In Wisconsin, US progressives have suffered a setback this week, with the defeat of an attempt to “recall” Republican governor Scott Walker, following a concerted campaign by a large coalition of trade unions, activists and community groups to replace him with a Democratic governor.
The recall attempt came after Walker had attempted to roll back a whole range of workers’ and trade unions’ conditions for public-sector employees. The move had prompted a mass movement, which saw a weeks-long occupation of the state’s capital building in Madison, and the collection of nearly a million signatures to trigger the recall.
The success of the movement had given progressives high hopes that Walker could be recalled and his program repudiated. However, Walker beat the recall attempt by a comfortable margin 1.3 million votes (53%) to 1.15 million (46%) for the challenger, Democrat Tom Barrett. The gubernatorial result had very little good news for the left in it. Walker’s 7% margin represents an increase on his 6% margin in the 2010 elections, and the total votes for Barrett weren’t much more than the signatures gathered for the recall trigger.
Thirty six percent of union members voted for Walker; 17% of those who voted for Walker voted for Obama in 2008. And while Barrett managed to win a majority of the 350,000 or so voters who hadn’t turned out for the 2010 elections, he couldn’t get his base out to the same degree as the Republicans.
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The Right has, unsurprisingly, taken immense comfort from the result, arguing that it’s a decisive repudiation of the Labor agenda — which is arguable — and that it puts Wisconsin back into the swing state category, which is a stretch. Obama won Wisconsin by about 16% in 2008, and while he isn’t likely to repeat that margin, he’s polling ahead by a comfortable 6%, and has been right throughout the recall drama. Democrats remain confident that the extra half-million votes who only come out for Presidential elections will take Obama across the line.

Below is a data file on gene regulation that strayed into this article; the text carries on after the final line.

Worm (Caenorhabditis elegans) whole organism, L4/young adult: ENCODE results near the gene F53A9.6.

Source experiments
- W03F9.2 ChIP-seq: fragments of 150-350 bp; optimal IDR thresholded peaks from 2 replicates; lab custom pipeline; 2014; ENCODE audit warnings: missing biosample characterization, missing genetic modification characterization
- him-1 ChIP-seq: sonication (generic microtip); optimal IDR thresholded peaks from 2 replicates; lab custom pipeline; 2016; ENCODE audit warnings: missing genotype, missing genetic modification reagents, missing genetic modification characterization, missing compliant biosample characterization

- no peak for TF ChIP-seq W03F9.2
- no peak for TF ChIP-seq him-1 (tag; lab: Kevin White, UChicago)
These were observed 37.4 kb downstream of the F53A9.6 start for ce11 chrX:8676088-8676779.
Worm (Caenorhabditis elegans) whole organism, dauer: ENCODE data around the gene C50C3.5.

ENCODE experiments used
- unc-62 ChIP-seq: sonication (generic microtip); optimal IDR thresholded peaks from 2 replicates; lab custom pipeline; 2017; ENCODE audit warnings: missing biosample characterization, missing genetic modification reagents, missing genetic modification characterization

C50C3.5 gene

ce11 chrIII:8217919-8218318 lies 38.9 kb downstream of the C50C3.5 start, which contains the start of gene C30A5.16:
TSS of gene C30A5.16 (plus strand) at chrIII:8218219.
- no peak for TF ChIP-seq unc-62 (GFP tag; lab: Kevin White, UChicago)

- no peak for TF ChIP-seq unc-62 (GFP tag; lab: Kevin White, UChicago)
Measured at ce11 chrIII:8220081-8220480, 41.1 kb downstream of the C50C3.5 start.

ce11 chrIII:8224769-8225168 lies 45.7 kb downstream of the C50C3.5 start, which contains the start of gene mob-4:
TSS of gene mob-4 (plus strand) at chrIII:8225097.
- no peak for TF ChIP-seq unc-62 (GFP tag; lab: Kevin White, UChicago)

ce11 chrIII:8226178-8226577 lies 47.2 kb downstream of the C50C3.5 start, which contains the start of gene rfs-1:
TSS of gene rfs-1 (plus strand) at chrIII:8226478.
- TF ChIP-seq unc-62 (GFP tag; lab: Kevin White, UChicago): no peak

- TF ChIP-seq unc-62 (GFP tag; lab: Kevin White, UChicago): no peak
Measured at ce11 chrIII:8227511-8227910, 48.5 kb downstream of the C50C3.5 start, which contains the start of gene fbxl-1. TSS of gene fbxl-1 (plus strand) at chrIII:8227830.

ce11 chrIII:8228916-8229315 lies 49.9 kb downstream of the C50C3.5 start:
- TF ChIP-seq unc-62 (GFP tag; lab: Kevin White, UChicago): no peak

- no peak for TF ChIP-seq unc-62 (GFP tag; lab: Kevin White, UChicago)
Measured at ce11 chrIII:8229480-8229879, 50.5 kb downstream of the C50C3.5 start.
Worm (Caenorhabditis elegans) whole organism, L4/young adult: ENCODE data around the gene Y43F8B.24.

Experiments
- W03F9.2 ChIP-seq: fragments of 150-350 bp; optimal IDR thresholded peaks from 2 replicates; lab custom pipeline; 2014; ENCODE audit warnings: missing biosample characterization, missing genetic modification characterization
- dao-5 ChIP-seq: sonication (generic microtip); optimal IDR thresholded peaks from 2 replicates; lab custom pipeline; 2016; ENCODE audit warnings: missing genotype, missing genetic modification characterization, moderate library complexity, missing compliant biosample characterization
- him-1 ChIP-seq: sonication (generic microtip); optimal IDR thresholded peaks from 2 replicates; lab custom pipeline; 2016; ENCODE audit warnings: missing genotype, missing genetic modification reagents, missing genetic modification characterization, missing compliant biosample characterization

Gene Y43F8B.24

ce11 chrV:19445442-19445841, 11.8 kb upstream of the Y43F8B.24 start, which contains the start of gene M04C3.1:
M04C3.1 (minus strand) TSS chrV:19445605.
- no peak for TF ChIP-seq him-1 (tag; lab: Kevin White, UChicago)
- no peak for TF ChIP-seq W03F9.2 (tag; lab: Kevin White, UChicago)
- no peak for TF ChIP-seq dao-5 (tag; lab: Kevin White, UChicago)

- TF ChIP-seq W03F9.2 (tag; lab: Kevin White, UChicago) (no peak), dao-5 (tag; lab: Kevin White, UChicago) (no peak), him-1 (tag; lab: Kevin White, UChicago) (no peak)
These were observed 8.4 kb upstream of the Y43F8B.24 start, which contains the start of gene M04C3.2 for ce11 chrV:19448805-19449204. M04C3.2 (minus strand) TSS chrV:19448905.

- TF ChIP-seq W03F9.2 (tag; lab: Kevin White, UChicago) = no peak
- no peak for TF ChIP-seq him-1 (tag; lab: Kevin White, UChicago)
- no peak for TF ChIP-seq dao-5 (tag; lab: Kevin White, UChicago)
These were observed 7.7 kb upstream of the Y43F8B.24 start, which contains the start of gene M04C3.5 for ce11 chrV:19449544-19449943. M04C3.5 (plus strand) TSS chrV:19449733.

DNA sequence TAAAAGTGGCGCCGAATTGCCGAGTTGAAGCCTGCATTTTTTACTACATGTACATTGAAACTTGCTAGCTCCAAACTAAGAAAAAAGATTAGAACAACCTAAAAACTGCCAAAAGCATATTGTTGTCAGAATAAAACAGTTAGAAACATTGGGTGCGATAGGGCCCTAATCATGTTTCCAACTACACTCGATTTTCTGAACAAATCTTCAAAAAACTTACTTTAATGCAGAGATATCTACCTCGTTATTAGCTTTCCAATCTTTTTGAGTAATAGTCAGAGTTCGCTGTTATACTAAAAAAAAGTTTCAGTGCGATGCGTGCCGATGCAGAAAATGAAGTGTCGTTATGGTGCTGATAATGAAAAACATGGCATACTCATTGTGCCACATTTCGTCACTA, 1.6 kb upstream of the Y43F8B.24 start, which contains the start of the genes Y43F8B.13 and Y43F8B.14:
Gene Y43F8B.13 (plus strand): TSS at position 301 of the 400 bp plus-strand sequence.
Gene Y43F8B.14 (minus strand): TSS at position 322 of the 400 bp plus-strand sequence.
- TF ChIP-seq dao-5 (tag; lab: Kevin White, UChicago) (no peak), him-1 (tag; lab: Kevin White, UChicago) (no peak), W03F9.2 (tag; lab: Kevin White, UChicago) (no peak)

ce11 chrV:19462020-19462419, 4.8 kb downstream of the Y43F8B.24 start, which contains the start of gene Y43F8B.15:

The “X” factor in the pack is money. The Right outspent the Left by a massive 8:1 margin, with vast amounts of money coming in from interstate. The extra 300,000 votes that kept Walker in power cost a motza — he raised $30 million, 70% of it from out of state, while Barrett raised $4 million, three-quarters of it from in-state. That was just direct donations. There was another $30 million in soft money, and Walker gained the bulk of that.
That certainly shows that huge amounts of money can shift the vote — but it also shows just how much is required to beat a popular movement. Come the November election, with hundreds of contests, and a huge Democrat money machine, the Republicans would have to pull in money from the moon to replicate the result.